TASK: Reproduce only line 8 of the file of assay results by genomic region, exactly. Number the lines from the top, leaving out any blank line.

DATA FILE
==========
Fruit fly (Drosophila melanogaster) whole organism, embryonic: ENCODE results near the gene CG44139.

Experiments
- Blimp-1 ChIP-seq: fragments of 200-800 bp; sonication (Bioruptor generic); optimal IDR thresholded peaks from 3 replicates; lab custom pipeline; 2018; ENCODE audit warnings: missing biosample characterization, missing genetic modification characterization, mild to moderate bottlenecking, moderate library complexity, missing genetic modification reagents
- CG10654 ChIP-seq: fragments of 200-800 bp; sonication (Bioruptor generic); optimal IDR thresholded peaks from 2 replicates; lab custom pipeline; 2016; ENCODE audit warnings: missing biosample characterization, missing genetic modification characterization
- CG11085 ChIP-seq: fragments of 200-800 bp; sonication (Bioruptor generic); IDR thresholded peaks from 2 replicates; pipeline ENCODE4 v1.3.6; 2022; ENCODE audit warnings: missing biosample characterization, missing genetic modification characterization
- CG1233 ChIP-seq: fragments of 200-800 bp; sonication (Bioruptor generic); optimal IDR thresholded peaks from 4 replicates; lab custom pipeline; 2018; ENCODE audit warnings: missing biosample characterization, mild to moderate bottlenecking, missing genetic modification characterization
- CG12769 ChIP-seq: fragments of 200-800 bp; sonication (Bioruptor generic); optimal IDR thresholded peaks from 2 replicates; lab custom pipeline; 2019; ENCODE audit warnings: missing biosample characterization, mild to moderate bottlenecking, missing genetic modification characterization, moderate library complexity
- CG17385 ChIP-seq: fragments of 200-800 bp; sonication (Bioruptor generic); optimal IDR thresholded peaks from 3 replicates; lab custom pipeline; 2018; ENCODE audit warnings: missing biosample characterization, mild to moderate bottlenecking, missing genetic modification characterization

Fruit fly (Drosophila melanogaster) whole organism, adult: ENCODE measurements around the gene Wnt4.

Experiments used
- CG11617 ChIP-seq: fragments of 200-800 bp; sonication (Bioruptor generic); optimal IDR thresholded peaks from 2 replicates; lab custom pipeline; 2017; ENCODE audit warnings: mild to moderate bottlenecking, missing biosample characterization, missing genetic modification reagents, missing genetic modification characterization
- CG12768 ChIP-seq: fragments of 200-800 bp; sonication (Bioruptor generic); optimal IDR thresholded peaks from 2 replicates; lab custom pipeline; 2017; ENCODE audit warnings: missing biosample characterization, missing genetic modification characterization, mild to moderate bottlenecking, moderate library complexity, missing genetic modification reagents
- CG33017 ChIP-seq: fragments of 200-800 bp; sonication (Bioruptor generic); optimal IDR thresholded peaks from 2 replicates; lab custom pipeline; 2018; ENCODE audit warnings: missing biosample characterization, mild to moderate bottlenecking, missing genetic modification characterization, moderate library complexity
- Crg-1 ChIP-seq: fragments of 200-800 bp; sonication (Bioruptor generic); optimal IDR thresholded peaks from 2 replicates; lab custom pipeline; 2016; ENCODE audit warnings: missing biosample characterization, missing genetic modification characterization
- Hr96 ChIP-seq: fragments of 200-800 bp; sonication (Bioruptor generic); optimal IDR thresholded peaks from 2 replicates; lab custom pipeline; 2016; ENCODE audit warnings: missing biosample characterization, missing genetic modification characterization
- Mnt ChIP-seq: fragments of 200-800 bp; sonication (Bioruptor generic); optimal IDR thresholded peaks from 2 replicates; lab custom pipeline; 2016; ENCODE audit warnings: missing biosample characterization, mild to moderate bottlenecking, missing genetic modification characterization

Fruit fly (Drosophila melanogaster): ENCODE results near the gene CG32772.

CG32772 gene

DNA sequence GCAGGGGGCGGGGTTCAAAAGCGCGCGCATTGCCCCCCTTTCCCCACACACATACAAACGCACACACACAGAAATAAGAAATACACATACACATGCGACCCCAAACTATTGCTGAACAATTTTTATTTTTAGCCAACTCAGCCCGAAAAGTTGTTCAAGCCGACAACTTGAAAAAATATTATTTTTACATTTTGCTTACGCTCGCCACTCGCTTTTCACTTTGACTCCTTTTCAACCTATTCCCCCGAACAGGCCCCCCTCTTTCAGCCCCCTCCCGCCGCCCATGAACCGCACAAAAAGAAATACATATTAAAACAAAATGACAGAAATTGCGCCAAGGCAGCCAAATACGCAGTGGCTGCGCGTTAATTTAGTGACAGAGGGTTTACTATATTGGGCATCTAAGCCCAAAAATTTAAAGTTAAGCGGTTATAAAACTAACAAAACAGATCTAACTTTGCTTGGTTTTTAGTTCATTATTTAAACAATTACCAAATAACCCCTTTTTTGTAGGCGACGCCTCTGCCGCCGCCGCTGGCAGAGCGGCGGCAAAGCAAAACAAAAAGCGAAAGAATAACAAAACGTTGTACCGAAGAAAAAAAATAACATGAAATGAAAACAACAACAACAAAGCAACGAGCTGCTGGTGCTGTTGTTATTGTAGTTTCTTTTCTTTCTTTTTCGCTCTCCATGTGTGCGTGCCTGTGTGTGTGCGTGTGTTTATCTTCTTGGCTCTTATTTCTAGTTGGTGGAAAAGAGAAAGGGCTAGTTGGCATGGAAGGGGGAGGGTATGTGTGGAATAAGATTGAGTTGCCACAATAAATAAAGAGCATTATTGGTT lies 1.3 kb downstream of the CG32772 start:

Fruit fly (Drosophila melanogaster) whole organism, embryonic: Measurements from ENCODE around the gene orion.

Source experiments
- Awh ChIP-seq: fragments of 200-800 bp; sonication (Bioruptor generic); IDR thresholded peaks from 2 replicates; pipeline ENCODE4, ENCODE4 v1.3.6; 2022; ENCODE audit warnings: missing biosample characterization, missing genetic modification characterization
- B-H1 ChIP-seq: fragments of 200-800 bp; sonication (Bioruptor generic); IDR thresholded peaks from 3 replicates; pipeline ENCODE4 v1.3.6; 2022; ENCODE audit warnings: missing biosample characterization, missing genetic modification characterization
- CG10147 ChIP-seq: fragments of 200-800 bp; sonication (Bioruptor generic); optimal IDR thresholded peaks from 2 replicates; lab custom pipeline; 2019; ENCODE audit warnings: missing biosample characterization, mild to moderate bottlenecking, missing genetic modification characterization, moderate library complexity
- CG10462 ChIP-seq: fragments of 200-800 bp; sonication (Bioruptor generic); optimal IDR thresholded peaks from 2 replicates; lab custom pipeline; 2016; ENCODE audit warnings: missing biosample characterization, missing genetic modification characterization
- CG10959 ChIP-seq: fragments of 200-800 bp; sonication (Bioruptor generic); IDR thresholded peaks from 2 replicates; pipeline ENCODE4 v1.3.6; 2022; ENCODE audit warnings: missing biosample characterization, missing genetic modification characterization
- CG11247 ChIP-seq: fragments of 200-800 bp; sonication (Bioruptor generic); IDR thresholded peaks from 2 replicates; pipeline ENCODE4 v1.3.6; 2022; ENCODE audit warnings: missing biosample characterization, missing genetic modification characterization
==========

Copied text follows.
- CG17385 ChIP-seq: fragments of 200-800 bp; sonication (Bioruptor generic); optimal IDR thresholded peaks from 3 replicates; lab custom pipeline; 2018; ENCODE audit warnings: missing biosample characterization, mild to moderate bottlenecking, missing genetic modification characterization